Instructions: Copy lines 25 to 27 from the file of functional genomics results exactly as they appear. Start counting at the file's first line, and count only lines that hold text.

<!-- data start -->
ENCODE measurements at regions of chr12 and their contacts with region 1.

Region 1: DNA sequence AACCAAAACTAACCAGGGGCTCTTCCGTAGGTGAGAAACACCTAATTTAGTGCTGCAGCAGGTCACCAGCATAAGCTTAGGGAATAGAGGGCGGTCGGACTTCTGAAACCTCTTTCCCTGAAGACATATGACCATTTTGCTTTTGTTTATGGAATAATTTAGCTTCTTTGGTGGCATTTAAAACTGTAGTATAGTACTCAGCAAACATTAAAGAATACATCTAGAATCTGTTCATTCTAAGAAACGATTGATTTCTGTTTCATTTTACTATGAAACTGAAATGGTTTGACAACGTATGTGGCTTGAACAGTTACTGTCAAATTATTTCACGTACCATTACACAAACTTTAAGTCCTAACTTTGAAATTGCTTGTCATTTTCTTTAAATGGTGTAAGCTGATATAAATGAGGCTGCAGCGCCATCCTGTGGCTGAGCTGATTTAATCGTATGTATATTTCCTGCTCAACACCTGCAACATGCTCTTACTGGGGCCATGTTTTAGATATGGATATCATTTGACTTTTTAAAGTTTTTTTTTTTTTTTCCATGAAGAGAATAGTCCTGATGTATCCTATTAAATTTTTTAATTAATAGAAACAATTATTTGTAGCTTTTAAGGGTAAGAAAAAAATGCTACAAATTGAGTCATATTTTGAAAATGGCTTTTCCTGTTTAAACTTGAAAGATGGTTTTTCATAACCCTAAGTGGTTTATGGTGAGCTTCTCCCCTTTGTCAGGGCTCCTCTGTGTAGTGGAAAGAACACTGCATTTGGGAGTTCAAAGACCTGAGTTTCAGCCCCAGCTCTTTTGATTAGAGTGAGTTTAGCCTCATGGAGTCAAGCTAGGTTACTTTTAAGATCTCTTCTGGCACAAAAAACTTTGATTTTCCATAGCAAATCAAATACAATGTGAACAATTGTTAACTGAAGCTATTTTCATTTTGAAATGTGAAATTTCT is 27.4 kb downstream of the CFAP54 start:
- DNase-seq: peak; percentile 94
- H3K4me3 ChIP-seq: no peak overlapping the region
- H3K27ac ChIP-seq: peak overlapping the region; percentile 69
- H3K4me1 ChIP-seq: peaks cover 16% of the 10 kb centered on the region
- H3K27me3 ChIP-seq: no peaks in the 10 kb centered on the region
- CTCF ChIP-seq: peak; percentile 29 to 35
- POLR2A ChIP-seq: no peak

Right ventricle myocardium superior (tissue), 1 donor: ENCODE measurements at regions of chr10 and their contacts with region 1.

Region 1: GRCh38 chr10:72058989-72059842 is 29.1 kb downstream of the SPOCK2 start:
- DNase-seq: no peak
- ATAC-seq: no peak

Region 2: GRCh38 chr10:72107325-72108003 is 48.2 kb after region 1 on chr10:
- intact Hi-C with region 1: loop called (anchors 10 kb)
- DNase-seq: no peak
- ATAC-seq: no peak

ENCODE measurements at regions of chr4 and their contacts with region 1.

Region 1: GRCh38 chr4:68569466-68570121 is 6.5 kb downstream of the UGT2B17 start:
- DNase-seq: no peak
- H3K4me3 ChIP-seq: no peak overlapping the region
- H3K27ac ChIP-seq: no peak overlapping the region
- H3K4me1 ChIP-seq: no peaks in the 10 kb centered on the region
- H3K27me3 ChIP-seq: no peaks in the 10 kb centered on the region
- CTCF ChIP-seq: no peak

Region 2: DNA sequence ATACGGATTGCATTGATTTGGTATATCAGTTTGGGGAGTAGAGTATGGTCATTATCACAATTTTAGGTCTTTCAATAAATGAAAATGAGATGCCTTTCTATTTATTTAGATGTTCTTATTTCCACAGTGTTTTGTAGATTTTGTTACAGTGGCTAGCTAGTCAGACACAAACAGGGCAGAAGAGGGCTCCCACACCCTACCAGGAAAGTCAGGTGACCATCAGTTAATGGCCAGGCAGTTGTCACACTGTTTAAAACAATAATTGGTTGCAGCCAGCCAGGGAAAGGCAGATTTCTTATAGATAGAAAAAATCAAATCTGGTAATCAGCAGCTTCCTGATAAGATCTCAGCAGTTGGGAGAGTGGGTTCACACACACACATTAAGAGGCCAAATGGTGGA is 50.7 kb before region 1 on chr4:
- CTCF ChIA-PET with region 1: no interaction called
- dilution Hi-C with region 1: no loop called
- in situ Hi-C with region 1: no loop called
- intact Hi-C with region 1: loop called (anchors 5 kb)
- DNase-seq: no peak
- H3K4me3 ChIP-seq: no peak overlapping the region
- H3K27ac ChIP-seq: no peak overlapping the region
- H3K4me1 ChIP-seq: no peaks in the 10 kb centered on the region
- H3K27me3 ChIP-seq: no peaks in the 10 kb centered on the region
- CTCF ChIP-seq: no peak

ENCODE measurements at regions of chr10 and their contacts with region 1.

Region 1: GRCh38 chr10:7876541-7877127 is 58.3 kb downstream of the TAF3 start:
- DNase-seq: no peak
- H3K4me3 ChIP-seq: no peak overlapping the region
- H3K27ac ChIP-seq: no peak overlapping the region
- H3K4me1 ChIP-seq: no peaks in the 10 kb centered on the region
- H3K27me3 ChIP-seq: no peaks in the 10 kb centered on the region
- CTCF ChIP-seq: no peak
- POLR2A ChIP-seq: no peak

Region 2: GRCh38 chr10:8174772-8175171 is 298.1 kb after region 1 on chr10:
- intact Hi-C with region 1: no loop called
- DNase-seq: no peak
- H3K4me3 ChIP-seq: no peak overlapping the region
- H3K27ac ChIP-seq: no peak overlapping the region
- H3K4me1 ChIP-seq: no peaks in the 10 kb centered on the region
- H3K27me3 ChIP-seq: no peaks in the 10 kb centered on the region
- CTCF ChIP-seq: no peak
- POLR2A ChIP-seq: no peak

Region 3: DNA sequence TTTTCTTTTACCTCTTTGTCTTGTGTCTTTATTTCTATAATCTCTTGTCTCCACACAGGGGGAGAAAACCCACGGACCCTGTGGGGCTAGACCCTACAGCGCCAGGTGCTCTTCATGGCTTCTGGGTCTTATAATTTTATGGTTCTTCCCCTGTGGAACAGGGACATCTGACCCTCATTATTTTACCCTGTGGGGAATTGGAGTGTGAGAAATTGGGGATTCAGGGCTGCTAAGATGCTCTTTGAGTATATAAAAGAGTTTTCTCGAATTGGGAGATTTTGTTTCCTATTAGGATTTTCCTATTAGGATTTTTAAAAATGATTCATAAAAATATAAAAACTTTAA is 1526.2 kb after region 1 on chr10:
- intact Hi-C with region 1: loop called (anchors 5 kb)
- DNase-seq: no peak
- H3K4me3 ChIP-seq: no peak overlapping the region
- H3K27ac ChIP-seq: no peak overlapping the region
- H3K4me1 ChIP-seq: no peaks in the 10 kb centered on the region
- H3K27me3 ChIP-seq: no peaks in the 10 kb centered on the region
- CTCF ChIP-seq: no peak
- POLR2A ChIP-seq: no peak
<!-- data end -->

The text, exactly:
- CTCF ChIP-seq: no peak

Region 2: DNA sequence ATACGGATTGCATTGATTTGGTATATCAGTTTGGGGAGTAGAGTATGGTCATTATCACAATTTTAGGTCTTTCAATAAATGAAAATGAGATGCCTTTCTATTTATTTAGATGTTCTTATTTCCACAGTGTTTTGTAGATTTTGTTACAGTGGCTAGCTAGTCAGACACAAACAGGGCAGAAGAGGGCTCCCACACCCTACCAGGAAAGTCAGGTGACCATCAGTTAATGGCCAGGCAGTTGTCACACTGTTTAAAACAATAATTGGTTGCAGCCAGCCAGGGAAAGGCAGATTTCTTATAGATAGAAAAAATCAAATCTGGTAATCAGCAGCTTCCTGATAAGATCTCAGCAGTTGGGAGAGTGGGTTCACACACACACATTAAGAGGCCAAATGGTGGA is 50.7 kb before region 1 on chr4:
- CTCF ChIA-PET with region 1: no interaction called